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Supplying Apple Is No Guarantee of Share Boost: Chart of the Day

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Scaffolding stands across from Apple Inc.'s Causeway Bay store in Hong Kong. Photographer: Jessica Hromas/Bloomberg

Dec. 23 (Bloomberg) -- Having Apple Inc. as your largest client is no guarantee of share-price gains for suppliers and assemblers of iPhones and iPads.

The CHART OF THE DAY tracks shares of Apple and the six suppliers most-dependent on the Cupertino, California-based, company according to revenue proportionality compiled by Bloomberg. Apple shares gained 3.5 percent this year through Dec. 18, while Cirrus Logic Inc., Multi-Fineline Electronix Inc., Wintek Corp., TPK Holding Co. each plunged at least 30 percent. Taipei-based Hon Hai Precision Industry Co., once the sole-assembler of iPhones, fell 2.2 percent. Only Germany’s Dialog Semiconductor Plc’s 11.4 percent rise beat Apple’s.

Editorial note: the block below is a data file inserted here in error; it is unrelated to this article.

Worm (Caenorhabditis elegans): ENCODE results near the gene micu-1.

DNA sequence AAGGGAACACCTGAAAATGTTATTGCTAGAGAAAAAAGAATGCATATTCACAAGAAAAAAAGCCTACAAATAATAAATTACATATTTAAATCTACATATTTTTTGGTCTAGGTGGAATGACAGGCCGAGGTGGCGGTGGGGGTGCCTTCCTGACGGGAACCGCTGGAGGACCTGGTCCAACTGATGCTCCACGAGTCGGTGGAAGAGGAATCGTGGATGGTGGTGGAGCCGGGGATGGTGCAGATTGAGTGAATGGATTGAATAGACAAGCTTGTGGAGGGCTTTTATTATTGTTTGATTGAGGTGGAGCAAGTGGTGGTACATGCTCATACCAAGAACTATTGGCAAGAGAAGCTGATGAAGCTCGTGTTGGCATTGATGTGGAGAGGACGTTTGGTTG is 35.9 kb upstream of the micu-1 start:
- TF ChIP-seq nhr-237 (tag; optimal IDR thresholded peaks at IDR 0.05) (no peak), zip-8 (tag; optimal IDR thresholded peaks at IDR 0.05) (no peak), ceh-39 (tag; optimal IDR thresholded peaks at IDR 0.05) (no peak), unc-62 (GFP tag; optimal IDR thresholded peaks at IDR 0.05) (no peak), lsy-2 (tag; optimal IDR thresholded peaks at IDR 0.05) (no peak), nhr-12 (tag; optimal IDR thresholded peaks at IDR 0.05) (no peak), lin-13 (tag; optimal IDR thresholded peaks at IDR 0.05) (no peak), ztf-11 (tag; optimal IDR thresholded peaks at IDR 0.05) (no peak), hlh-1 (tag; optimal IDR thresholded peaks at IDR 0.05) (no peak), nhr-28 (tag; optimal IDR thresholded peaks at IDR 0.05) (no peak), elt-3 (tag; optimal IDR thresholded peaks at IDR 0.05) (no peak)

Apple’s sales growth has slowed the past two years amid stiffer competition from Samsung Electronics Co. and a maturing global smartphone market. Hon Hai, which gets almost half its revenue from Apple, isn’t expected to reach Chairman Terry Gou’s 2013 growth target of 15 percent, while TPK, also based in Taiwan, is poised to post a second-consecutive quarterly sales drop amid lower orders for touch-sensors.

“There’s weaker confidence in Apple’s long-term growth story,” said Vincent Chen, an analyst at Yuanta Financial Holding Co. in Taipei. “Apple often gives pricing pressure to suppliers, but now those suppliers aren’t getting the same benefit of strong sales growth that they had before.”

TPK’s share-price decline of more than 66 percent made it the second-worst performer in the MSCI Asia-Pacific Index behind Newcrest Mining Ltd. Apple accounted for 51 percent of TPK’s sales in the third quarter, up from 28 percent in the previous three months, as its main client released new devices, it said in an Oct. 31 investor conference call.

To contact the reporter on this story: Tim Culpan in Taipei at tculpan1@bloomberg.net

To contact the editor responsible for this story: Robert Fenner at rfenner@bloomberg.net

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